In her solo exhibition at Canvas Gallery, Aroosa Rana contemplates the mysteries of existence
referred synonyms for the word ‘probable’ include: likely, expected, anticipated, predictable, foreseeable, presumed, potential, credible, possible, feasible. In this dictionary description, one can add ‘maybe’, and ‘perhaps’ also. More words and the confusion continues. The only clarity amid this list is that human beings spend most of their time, often their entire life, in the shadow of doubt.
Or chance. Sri Lankan author Shehan Karunatilika– on the first page of his novel The Severn Moons of Maali Almeida– declares, “There are only two gods worth worshipping. Chance and electricity.” Like electricity (which is described as power too), the importance, impact, expanse and effect of chance are confronted by all of us, since in many stages of our lives, chance is the supreme, the ultimate and the most deciding factor.
For creative individuals, the stroke of luck is the hand of chance. Sometimes you start a project, and some unplanned encounter, unintended experience, unusual observation make you change the tack. A mistyped word, an accidental mark on canvas (which remained a source of inspiration for the Spanish painter Joan Miro), a miscalculated move in a film, frequently bring brilliant outcomes. So an artist, writer or other professional of a similar type tends to think about the nature of chance. Not more than multiple variations/ versions of a certain situation, which surprise or shock those who are so ingrained in the regular pattern of reality – the cycle of routine.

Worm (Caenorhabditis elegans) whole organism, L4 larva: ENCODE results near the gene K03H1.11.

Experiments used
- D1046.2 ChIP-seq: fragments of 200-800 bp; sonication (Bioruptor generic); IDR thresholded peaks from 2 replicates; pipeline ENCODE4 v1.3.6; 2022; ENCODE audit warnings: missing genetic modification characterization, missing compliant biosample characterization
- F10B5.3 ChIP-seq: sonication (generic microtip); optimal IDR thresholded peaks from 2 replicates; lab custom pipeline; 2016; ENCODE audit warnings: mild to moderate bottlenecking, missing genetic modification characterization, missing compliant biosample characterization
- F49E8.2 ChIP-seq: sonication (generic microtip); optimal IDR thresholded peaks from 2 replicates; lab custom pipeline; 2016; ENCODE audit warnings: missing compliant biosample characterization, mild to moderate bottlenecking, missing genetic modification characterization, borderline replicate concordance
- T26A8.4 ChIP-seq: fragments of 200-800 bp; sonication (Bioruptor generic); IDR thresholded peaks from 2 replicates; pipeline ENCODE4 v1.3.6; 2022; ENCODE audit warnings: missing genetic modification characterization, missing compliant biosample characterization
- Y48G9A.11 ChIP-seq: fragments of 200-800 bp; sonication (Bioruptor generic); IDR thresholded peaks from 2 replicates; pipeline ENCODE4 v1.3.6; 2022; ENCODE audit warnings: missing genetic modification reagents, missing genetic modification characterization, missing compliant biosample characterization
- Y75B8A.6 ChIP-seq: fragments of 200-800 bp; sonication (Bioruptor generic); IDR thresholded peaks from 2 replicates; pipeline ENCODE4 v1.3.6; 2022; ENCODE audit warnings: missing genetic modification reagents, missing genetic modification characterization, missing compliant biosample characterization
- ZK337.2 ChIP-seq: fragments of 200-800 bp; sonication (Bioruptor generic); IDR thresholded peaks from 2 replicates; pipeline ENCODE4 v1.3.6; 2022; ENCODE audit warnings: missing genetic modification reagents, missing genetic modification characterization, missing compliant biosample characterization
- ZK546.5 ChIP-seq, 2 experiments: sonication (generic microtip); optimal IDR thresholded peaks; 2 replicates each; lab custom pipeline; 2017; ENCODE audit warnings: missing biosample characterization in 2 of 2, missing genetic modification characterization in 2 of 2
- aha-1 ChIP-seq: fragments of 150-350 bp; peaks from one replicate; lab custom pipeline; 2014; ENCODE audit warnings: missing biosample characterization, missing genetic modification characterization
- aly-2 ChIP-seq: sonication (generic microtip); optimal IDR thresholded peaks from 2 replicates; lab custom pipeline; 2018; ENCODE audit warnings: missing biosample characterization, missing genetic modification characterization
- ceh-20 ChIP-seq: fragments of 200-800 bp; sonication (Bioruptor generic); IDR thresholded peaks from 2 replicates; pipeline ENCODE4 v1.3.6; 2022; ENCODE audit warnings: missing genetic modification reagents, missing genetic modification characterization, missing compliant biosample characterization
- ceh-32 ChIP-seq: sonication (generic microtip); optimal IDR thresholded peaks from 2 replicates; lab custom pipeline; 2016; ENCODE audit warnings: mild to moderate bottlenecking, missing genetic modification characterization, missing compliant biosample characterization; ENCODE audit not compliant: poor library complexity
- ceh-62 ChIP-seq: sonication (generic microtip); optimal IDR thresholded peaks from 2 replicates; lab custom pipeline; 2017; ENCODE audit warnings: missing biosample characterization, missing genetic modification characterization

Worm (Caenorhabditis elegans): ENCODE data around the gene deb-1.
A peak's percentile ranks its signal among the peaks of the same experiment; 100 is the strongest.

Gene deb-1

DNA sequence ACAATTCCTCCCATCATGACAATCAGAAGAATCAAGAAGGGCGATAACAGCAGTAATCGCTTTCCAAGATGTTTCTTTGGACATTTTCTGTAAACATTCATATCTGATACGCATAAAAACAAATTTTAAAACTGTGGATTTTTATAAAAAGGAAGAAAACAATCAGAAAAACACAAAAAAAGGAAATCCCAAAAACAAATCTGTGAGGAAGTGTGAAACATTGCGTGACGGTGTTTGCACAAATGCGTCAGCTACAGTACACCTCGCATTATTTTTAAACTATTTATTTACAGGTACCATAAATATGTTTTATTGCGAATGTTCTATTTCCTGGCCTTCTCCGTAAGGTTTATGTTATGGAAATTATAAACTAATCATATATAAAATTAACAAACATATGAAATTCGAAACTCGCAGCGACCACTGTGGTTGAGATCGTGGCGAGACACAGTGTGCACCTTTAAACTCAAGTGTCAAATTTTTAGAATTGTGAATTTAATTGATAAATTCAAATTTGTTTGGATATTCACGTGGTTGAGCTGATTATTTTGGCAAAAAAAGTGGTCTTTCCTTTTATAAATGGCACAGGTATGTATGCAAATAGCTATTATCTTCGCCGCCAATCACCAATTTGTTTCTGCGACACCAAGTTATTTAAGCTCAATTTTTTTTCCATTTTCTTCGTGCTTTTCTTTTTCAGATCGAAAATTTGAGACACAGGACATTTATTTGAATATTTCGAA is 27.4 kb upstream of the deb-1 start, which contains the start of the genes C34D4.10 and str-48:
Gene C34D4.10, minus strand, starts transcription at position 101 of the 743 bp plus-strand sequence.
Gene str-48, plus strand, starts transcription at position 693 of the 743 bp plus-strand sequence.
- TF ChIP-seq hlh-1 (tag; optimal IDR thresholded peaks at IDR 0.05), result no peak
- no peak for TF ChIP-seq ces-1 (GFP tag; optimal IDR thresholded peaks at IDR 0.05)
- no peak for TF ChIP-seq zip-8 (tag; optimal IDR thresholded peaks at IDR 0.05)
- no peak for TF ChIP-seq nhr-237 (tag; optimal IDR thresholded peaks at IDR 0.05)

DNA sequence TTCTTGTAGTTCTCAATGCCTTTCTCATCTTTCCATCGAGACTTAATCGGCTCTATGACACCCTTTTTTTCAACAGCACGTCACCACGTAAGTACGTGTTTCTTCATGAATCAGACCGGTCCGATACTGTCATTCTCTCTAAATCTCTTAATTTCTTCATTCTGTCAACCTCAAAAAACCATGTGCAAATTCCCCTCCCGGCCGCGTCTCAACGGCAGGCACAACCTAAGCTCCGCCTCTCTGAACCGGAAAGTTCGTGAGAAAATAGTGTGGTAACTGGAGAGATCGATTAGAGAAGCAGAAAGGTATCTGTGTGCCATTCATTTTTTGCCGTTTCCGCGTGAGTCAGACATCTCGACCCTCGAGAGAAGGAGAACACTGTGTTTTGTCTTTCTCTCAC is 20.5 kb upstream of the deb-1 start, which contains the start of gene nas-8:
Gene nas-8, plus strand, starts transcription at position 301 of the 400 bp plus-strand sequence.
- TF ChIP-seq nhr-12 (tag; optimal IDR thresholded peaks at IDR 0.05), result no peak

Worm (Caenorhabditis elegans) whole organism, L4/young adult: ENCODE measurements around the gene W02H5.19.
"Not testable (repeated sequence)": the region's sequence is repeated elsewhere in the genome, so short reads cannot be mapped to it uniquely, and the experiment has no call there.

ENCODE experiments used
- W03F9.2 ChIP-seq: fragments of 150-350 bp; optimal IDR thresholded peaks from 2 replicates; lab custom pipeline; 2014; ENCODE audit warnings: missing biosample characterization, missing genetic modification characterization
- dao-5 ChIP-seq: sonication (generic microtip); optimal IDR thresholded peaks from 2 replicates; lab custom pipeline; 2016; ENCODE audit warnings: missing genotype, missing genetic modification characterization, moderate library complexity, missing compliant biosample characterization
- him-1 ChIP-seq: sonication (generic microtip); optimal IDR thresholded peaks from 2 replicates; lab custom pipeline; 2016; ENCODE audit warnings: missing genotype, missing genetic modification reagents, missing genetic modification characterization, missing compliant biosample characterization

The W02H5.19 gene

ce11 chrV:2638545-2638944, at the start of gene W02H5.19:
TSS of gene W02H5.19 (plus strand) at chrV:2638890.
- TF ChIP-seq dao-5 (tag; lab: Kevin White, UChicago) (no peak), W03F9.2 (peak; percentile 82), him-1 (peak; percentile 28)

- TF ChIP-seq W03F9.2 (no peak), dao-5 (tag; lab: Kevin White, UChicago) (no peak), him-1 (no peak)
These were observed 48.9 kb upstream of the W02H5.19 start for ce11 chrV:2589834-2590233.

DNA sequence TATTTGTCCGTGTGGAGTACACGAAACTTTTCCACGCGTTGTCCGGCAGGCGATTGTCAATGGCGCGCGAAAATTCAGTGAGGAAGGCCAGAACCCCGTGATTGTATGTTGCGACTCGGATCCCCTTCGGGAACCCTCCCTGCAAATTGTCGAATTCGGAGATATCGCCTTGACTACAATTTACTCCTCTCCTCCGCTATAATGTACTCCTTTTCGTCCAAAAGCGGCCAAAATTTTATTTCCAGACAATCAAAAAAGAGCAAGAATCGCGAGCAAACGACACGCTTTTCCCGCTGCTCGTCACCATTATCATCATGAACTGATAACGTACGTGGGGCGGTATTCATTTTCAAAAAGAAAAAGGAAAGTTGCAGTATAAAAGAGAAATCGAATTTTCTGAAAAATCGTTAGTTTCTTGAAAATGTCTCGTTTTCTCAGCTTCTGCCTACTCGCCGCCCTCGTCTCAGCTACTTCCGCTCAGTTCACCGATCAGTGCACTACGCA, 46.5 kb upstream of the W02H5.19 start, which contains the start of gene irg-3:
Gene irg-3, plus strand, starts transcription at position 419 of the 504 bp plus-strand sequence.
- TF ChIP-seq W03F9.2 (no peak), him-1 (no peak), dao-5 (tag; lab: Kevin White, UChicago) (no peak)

Aroosa Rana in her new digital prints and video installations (from her solo exhibition Probable Disbeliefs, September13 to 22 at Canvas Gallery Karachi) contemplates on this aspect of existence. In order to develop her ideas and sharpen her imagery, she compares two disciplines of human knowledge/ creativity. Stating that “I initiated a dialogue between mathematics and visual arts and the works are an outcome of this integration”.
Both mathematics and art negotiate with abstraction, as well as with long chains of possibilities.
Taking inspiration from this dichotomy and connection, Rana has constructed layers of possibilities that appear related, logically joined and similar with minor differences; but in their aesthetics these works indicate something larger and far beyond what seems to be presented. In her prints, there are several arrangements of three women, wearing identical white shalwar and kamees, sitting on a couch of dark grey.